The following, from a report by Colonel Mansel, will be
perused with interest : "I wish to bear full testimony to the
value of Zulus as soldiers. Their instincts are wholly military.
When you enlist a Zulu, you have a ready-made soldier. . . .
All you have to do is to teach him how to handle a rifle. This
you can do in about three or four months. He is then as
good as he will ever become. He is, as a rule, the best-
tempered, most easily-managed man in the world ; under-
stands discipline by instinct ; is docile, plucky, proud of
himself and his corps ; kindly-disposed towards his officers ;
full of mettle, and capable of enduring the extremes of march-
ing and hunger. . . . Though often fighting against his
own kith and kin, not a single case of treachery or breach of
faith ever occurred."


(iii) Proposed Creation of a Permanent Native Corps.

The oft-repeated experiment of forming corps of coloured
people inhabiting countries conquered by England, has
apparently met with success in the main. The problem is,
however, by no means an easy one to deal with, and it is
generally owing to inability on the part of the rulers to formu-
late sound and workable schemes that failure has occasionally
attended their efforts. Utilization of often excellent fighting
material, as, for instance, ma}^ be found in the Zulus, is
obviously a matter of importance, and any intention by
a Government to establish such corps is deserving of
careful consideration. But irresolution in a matter of
this kind does more harm than good. Rather not make
any attempt than be half-hearted or lukewarm. It has
been seen that a Native police corjDs was formed as long ago
as 1848, only to be disbanded a few years later without any
reasons being given. Similar half-heartedness is observable in
the foregoing account of the N.N.H. and the Z.N.P.

Any reflecting person will, we venture to think, arrive at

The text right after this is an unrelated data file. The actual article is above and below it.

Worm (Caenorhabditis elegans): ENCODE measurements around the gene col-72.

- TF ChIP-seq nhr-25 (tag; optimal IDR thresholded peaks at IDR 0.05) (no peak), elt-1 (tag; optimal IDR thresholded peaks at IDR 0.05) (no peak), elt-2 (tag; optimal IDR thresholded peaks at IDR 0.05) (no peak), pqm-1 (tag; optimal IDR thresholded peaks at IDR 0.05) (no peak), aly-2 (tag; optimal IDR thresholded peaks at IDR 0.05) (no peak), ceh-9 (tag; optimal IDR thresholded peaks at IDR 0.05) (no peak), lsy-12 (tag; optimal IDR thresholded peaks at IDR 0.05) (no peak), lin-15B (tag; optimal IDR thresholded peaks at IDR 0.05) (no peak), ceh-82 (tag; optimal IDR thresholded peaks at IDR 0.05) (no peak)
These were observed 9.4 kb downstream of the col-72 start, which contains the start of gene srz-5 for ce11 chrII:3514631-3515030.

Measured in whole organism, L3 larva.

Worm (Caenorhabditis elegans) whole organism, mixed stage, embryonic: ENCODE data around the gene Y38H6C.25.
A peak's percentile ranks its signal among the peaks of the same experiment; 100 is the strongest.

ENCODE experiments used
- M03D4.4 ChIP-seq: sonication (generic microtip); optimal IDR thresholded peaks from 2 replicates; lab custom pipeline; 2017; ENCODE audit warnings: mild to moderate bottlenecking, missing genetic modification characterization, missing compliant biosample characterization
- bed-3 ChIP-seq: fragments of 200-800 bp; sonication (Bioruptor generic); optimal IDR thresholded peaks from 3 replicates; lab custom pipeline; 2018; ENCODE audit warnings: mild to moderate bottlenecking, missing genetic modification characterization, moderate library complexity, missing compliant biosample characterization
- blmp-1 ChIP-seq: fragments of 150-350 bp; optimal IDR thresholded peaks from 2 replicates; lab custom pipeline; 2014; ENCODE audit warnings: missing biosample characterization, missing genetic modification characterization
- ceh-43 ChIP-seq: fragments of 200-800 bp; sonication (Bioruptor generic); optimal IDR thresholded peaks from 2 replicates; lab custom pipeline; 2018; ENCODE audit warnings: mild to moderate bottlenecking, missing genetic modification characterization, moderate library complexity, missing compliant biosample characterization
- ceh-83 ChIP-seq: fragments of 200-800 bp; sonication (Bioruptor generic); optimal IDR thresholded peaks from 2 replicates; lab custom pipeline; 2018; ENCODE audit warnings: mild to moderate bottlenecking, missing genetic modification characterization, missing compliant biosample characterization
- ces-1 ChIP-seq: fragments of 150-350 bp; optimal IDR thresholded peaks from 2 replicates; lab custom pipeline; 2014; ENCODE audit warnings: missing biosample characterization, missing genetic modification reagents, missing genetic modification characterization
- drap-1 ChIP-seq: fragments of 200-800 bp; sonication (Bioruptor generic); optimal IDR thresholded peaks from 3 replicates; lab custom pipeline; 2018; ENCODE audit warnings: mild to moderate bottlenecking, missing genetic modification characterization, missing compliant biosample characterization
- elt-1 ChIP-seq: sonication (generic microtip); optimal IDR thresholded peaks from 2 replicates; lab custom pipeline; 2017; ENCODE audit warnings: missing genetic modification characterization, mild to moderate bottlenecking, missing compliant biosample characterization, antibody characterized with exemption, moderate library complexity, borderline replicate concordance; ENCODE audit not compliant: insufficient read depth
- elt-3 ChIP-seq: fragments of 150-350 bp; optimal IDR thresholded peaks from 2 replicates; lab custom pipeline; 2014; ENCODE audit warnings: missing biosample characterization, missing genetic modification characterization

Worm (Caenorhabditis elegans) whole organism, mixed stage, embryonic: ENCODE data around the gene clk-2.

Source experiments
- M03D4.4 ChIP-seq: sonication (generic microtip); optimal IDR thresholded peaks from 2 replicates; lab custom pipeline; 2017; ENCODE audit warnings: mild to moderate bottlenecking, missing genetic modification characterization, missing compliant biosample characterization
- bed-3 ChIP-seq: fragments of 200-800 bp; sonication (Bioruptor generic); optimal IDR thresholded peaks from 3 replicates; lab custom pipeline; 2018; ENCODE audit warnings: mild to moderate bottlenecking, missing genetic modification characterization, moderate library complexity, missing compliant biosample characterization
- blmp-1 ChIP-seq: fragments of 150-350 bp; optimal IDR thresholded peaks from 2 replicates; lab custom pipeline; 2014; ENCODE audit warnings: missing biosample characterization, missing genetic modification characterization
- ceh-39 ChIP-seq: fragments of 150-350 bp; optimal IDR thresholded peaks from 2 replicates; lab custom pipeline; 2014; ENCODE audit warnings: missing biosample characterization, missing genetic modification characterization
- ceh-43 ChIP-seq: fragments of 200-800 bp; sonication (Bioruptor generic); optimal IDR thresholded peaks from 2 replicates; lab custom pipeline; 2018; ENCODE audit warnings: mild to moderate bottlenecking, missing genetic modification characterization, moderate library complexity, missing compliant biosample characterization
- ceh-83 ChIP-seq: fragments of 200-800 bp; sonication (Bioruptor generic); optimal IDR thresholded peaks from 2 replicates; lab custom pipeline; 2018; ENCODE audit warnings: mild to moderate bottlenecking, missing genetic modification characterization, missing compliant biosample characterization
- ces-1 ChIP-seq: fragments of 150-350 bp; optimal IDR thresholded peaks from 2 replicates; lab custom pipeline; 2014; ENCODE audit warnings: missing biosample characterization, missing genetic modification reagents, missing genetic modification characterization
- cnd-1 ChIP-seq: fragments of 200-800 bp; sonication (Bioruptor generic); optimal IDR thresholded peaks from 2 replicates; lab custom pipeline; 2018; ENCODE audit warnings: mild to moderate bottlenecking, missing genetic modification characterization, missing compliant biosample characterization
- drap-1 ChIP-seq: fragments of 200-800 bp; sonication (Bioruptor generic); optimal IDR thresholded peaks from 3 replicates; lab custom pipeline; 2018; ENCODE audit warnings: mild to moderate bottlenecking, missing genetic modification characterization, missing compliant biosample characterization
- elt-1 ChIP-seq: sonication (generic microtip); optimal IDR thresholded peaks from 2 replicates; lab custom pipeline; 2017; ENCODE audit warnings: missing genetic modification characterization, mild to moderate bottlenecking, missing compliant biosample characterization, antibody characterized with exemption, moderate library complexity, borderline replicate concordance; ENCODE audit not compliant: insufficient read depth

the conclusion that a Native corps, established on a sound
basis, is a wise and necessary provision, and this from several
points of view. It does what nothing else can do so Avell,
namely, proves to the people that the Government has con-
fidence in them (as it unquestionably ought to have) and, by
enabling them to share directly in the defence of the State,
powerfully induces them to take a deep and abiding interest
in the welfare, not only of themselves, but of the entire
community, white and black. Thus the primary object in
establishing a corps is not so much the intrinsic value of the
fighting material recruited, as that it is an outward and
visible sign to Natives in general that the rulers look on their
interests as indissolubty connected with those of Europeans,
which is only another way of saying that a premium is
set on the promotion of patriotism, loyalty and content-
ment. As matters are at present in South Africa, anyone
can see with half an eye that, in the absence of these corps,
the respective Governments have neglected to use material
that lies near at hand. The splendid record of the N.N.H. and
Z.N.P. , and the consistent loyalt}^ of each in all vicissitudes,
are as sure a guarantee as could be desired, that they would
be loyal. If a permanently-established corps be but treated
in a fair and reasonable mamier, it is impossible to see
what object any of its members would have for becoming
mutinous or disloyal.


The martial ardour and courage of the Zulus are world-
famous. Here are born soldiers, if ever there were any such.
Should the Government be unable to adopt the sugges-
tion on a large scale, it might at least try the Zulus. Many
efforts have in the past been made to raise men. The
labours, however, were in each case foredoomed to failure,
because the authorities were not behind the movement, or,
if behind it, then only half-heartedly so.

Amongst those who have interested themselves particularly
in this matter is the late Commandant (Colonel H. T.
Bru-de-Wold) whose views, without professing to be in any
A^ay complete, and admittedly based partly on those of his
predecessors and other men, are briefly as follows : That
the Government should form one or more Native regiments
drawn from the different tribes of Natal and Zululand. Lads
should be recruited at the age of fifteen or sixteen from the
kraals of the most respectable and influential Natives in a
tribe. They should then be formed into a permanent force,
always to be kept in barracks. Each lad should be subject
to long service, viz. 25, 30 or more years.

A Native location, similar to that of Zwartkop in the neigh-
bourhood of Pietermaritzburg, would be suitable for the pur-
pose. Permanent barracks should be erected in the location.

"White officers, who should be married men and be most
carefully selected, should reside in or near the barracks with
their wives. Only those should be chosen whose pride of
race is highly developed.

The Natives (non-commissioned ofl&cers and men) should